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Investigating soil moisture dynamics using cosmic-ray technology

Image of Dr Rosolem with the cosmic-ray soil moisture sensor installed at the the Federal University of Santa Maria SulFlux site in Brazil

Dr Rosolem with the cosmic-ray soil moisture sensor installed at the the Federal University of Santa Maria SulFlux site in Brazil

14 August 2014

A University of Bristol project which will investigate soil moisture dynamics in the UK using novel cosmic-ray technology has been awarded £330,000 funding from the Natural Environment Research Council (NERC).

Led by Dr Rafael Rosolem in the Department of Civil Engineering, the three-year AMUSED (A MUlti-scale Soil moisture-Evapotranspiration Dynamics study) project will monitor soil moisture using cosmic-rays sensors in combination with land surface modelling, satellite remote sensing, and model diagnostics and data assimilation methods.

Soil moisture plays a major role in the environment/climate system because the transport of water within the land and at the land-atmosphere interface is strongly dependent on the state of soil water in a region.  Despite its importance, lack of soil moisture measurements at various spatial scales has limited our understanding of how individual physical factors control soil moisture dynamics.

The project seeks to identify whether a unified science of land-atmosphere interactions across multiple-scales can be achieved.  It aims to evaluate the uncertainties of multiple sources of soil moisture observations; identify key processes that control soil moisture dynamics in land surface models; and provide high-quality soil moisture estimates at hyper-resolution.  Ultimately, the project will enhance the representation of soil moisture and surface processes in numerical weather prediction and climate models in the UK.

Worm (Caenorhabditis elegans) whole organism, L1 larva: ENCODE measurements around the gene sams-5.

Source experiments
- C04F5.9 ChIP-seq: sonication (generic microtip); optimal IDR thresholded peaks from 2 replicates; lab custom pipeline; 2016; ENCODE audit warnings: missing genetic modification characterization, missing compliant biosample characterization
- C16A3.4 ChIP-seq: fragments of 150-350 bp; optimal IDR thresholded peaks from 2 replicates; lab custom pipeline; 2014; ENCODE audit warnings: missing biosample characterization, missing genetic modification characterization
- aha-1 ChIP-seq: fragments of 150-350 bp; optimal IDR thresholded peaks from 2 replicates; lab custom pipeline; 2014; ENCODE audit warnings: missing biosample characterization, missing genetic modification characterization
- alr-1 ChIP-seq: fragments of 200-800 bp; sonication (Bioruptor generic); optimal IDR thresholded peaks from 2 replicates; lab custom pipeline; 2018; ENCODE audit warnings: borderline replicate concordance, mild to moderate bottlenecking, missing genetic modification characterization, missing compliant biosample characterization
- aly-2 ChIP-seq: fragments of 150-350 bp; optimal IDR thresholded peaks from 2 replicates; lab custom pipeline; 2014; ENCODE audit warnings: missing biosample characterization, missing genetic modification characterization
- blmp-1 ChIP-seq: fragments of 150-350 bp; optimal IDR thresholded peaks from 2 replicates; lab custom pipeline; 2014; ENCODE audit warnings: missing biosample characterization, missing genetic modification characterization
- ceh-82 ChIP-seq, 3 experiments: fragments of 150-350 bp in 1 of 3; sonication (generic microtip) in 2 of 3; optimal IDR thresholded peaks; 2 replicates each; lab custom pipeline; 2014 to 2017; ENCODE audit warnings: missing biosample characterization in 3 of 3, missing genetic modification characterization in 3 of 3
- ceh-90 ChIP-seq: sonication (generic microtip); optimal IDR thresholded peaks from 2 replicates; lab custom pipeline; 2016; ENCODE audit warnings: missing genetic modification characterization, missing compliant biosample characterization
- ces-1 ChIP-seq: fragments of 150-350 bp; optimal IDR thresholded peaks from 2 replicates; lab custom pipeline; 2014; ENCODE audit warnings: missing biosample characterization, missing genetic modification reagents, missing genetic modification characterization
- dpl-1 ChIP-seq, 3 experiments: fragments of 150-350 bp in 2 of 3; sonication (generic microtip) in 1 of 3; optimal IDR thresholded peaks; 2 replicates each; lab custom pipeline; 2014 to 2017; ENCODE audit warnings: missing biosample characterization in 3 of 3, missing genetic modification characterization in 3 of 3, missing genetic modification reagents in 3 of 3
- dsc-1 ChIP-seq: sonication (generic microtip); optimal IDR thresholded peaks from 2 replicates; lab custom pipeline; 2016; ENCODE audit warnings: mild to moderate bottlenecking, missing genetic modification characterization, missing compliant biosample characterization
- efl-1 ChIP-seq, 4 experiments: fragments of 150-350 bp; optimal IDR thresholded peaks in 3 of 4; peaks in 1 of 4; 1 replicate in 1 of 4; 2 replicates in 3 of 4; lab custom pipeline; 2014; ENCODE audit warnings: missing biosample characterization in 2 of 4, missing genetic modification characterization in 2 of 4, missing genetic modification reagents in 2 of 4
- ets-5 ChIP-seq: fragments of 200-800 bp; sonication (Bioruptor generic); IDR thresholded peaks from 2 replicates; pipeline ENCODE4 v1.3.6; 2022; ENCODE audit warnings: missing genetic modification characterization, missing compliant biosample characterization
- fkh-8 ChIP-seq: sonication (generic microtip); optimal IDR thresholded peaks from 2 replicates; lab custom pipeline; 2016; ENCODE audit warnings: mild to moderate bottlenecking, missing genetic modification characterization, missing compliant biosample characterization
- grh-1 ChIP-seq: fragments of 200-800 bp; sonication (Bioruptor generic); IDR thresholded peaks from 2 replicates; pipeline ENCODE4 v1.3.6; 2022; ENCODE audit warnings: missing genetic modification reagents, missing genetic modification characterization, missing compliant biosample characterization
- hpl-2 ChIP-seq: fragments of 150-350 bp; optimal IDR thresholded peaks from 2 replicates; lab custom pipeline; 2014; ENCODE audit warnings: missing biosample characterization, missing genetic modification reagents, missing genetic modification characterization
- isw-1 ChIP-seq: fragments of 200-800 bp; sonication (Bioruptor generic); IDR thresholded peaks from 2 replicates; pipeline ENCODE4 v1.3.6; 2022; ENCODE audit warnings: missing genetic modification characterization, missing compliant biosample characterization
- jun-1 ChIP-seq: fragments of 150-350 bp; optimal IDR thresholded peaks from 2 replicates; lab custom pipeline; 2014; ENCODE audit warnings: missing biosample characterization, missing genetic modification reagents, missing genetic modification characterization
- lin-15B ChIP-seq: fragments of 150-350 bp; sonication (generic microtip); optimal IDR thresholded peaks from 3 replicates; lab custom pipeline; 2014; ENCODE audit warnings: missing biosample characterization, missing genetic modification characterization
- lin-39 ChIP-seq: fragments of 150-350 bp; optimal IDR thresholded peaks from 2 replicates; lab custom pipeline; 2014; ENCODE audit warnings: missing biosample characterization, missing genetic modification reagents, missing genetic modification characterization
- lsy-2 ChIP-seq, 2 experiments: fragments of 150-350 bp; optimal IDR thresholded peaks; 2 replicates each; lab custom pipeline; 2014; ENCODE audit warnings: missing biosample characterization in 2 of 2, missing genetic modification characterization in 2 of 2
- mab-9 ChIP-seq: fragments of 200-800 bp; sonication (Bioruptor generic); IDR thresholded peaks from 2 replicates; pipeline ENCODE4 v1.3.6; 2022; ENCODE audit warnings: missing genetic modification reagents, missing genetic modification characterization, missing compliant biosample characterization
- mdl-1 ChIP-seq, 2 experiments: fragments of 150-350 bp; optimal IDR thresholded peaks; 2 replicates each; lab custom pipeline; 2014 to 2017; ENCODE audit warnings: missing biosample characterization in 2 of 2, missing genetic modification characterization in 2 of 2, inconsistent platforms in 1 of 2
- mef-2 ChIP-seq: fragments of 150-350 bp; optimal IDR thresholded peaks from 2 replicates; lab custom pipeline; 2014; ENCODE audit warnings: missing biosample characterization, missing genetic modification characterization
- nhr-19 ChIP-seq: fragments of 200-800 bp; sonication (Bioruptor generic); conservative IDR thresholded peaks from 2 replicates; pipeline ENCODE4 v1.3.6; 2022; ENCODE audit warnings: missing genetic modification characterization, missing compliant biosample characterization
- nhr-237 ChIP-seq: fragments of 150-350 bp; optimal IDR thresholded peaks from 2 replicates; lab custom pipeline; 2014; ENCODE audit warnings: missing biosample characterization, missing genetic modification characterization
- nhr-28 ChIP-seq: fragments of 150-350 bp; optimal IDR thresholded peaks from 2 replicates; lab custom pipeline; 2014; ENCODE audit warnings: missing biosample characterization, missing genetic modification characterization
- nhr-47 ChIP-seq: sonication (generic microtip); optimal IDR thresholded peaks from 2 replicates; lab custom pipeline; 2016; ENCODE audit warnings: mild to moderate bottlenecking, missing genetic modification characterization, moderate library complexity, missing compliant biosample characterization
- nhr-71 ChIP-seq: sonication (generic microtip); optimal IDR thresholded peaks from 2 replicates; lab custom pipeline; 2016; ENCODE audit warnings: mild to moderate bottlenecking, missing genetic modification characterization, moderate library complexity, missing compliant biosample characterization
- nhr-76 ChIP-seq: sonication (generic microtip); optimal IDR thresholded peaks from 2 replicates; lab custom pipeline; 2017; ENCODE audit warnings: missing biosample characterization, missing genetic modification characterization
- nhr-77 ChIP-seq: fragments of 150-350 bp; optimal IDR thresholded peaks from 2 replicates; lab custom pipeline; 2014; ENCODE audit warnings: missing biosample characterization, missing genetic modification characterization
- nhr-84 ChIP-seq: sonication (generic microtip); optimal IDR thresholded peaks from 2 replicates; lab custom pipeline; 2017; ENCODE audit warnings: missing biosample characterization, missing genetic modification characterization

A key component of the project is the use of new cosmic-ray sensors that can measure soil moisture at an unprecedented sub-kilometre scale.  This technology has revolutionized the field of hydrometeorology because it provides, for the first time, a unique opportunity to fill the gap between soil moisture observations from traditional point-scale sensors and large-scale estimates from satellite remote sensing products.

The project will also foster critical and significant training to high-skilled personnel on the use of this new innovative cosmic-ray soil moisture technique in the UK.  Principal Investigator, Dr Rosolem was part of the US COsmic-ray Soil Moisture Observing System team (COSMOS) where he worked directly on the network design and deployment of these cosmic-ray sensors across the USA.  The project has a strong collaborative effort with the Centre for Ecology and Hydrology (CEH), as part of the COSMOS-UK initiative, a national network of cosmic-ray neutron sensors to monitor soil moisture at near real-time in the UK.

Cabot Institute

The Cabot Institute carries out fundamental and responsive research on risks and uncertainties in a changing environment.   It drives new research in the interconnected areas of climate change, natural hazards, water and food security, low carbon energy, and future cities.  Its research fuses rigorous statistical and numerical modelling with a deep understanding of social, environmental and engineered systems – past, present and future. It seeks to engage wider society by listening to, exploring with, and challenging its stakeholders to develop a shared response to 21st Century challenges.



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